Foundation trains Plateau residents on early warning, early response

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Following the prolonged violent conflicts that have claimed several lives in different parts of Nigeria, the Cleen Foundation, in partnership with the University of California, has trained over 50 persons on Early Warning and Early Response (EWER) in Plateau State.

The trainees were drawn from the communities of Barkin Ladi and Jos South Local Government Areas of the state.

Barkin Ladi and Jos South Local Government Areas have been an epic centre of violent conflicts due to forceful invasion of land, and farmer-herder clashes, amongst other criminality.

Speaking during the capacity-building workshop held on Thursday at Valada Hotel, Jos, the Executive Director of Cleen Foundation, Gad Peter, said the training is a continuation of efforts with its partners, the University of California to support and increased peace and stability in Plateau State, especially in Barkin Ladi and Jos South Local Government Areas.

According to Peter, “I am sure you are aware of efforts that the federal and state governments in collaboration with the international communities are making to increased peace and stability.

“What we are doing today is to train about 50 persons from these two local governments on early warning and early response (EWER) and the ability to increase community resilience; and to be able to improve dialogue in their actions.

“Above all is to have a good relationship with the traditional institutions, religious leaders and the Local Government agency that has those mandate to provide peace and security because as civilians you cannot do much more than to raise alarm and call the attention of the stakeholders to do the needful.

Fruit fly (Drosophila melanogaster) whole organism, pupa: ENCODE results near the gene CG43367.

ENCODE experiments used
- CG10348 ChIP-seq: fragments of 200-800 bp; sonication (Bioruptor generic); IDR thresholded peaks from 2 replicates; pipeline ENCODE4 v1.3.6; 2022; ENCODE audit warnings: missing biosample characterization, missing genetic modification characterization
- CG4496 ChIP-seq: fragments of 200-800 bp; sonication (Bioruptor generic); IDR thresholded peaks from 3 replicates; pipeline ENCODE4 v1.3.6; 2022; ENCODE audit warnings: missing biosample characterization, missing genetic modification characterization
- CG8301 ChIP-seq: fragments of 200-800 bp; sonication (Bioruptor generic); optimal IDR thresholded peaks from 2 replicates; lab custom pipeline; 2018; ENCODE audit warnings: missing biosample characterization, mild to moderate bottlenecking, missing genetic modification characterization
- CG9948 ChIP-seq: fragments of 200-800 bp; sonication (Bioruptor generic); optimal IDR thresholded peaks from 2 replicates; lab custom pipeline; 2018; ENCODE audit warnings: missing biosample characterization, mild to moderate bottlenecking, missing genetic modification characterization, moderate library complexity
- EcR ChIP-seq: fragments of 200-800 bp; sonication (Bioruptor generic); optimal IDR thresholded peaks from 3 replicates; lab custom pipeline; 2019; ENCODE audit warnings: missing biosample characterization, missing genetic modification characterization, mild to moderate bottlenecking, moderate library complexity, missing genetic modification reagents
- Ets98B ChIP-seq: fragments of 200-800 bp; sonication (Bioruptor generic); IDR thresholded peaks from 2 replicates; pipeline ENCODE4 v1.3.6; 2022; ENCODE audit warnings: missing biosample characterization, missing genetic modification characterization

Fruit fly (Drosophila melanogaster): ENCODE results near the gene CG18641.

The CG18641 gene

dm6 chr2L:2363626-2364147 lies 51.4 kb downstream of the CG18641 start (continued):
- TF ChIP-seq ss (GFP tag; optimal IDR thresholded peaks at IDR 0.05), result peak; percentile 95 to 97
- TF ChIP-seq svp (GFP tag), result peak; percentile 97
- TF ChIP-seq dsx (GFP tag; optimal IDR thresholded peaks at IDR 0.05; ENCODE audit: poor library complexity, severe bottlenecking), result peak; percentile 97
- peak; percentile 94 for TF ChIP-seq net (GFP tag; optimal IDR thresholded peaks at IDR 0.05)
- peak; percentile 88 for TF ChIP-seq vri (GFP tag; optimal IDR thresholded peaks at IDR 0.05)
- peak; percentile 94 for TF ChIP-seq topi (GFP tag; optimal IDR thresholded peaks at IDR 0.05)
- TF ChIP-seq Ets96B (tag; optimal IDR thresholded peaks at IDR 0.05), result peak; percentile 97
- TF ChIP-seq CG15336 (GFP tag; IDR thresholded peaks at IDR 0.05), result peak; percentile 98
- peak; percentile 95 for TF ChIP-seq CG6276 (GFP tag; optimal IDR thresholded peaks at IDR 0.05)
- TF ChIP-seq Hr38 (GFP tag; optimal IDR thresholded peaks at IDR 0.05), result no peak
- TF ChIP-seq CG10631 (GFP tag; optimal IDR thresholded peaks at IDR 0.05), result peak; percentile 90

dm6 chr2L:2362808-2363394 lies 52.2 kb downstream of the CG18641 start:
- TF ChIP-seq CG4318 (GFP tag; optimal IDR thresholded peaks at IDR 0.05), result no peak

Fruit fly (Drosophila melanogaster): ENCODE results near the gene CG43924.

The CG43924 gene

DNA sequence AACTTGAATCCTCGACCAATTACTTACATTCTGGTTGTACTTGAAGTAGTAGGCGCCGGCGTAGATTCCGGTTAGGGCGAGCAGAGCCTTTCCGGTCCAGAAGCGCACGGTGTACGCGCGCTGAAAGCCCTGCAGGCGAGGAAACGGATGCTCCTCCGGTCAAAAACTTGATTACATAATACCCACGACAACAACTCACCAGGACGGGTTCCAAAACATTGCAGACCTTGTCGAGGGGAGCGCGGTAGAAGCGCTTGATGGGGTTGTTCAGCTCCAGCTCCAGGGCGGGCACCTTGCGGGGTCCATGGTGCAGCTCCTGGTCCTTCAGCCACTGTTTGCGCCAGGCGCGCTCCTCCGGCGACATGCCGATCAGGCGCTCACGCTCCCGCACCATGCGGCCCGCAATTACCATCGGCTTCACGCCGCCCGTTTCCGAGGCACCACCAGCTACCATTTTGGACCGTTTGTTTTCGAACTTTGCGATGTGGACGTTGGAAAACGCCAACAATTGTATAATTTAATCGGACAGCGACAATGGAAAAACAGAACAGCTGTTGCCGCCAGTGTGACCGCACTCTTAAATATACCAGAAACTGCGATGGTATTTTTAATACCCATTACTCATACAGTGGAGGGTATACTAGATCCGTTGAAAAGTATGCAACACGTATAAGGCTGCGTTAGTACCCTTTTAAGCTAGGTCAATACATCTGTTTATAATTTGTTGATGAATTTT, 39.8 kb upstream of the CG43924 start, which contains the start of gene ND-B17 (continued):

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“So we established what we called community safety partnership (CSP) and we will establish the community accountability forum (CAF). All of these are members of the communities cutting across from Fulani to Berom, Christian to Muslim, women to men and young people to ensure that they were been able to work together to promote peace and security, and to improve security in their communities.

“The role of the Community Accountability Forum (CAF) is to help mitigate conflict. Conflict cannot be averted totally but you can use the negative impact of conflict on people. It is for them to be able to draw the attention of the Local Government chairman, the sector commandant, the District Police officer (DPO) and other people on issues affecting their community and for them to appeal to the community members, especially the stakeholders; and to help more importantly in providing this early warning that would lead to early action.

“Link and expand your operations by working with other people to develop an actionable emergency response plan,” Peter charged the participants.

He also revealed that the foundation is determined to cascade down the training to the other Northern states to prevent, and de-escalate violence.

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